“The gamblers are gambling and the others are sticking to their step-buys,” says Ahrens.

It’s a sour situation in the Dairy State.

“The consumer has been holding on thinking that the price is going to go down, and it isn’t,” says Randy Knapp, executive director of the Wisconsin Propane Gas Association. “It’s a hullabaloo. If there has been a year that’s bad – this is the worst. They’re trying to get the consumer to fill their tank now and not wait until the fall.”

“Our dealers would love to see the prices come down,” says Tod A. Griffin, executive director of the Kentucky Propane Gas Association. “The ones I’ve talked to are trying to hold their margins.”

Electricity rates are quite low in the Bluegrass State, which increases the competition over propane’s perception as end-users ponder their purchasing options.

“Thank goodness that gasoline and natural gas are so high,” says Griffin. “Consumers think gas is gas, and crude oil is going through the roof.”

Or is it? Supplier Mike Tracey, vice president of marketing for SEA-3 terminals in Portsmouth, N.H., is not making any predictions this year. Yet he says the high price of crude is all hype, and he floats the possibility that crude could come down to $45 a barrel as market forces take hold.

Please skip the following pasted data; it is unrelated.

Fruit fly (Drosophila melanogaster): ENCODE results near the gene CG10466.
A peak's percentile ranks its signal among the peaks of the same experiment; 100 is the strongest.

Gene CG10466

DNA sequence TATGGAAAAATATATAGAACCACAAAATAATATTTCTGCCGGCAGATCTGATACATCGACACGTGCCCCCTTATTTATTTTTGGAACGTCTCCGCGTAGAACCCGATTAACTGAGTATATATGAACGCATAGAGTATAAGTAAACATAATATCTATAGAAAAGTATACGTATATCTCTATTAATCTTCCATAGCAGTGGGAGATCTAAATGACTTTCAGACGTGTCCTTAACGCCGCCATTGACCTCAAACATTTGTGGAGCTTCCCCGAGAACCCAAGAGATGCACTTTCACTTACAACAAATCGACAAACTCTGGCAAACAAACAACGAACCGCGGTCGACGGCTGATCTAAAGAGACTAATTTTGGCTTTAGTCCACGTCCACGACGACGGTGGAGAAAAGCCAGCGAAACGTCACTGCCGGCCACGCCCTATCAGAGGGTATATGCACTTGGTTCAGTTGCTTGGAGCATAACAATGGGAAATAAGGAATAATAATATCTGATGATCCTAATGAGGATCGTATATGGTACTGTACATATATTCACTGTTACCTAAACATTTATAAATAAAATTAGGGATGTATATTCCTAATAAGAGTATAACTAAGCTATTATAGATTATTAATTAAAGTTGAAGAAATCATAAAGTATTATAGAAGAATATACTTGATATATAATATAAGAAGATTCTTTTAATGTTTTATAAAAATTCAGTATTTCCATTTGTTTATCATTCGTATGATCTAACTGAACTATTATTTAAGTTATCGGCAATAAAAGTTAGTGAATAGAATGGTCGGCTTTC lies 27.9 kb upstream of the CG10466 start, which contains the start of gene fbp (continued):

As propane was selling for 95 cents wholesale in August, Tracey sees retailers holding back in favor of just-in-time inventory. “They’ve decided that they can’t afford to buy much,” he says.

Dealers are encouraged to back-up their pre-buys before the snow flies.

“Make your margin and go on,” Tracey urges. “Most of them have learned that over the years and they don’t take the risk.”

Tracey discourages this type of speculating, stating, “It wouldn’t be very prudent to do that right now.”

Should supplies get exceptionally tight, Tracey will buy more propane off the high seas, filling shortages with imports.

Weather and the performance of the infrastructure are the likely to be the key drivers of this winter’s heating season.

“It looks like we’ll have plenty of inventory,” says Tracey, “Only it may not be in the right place.”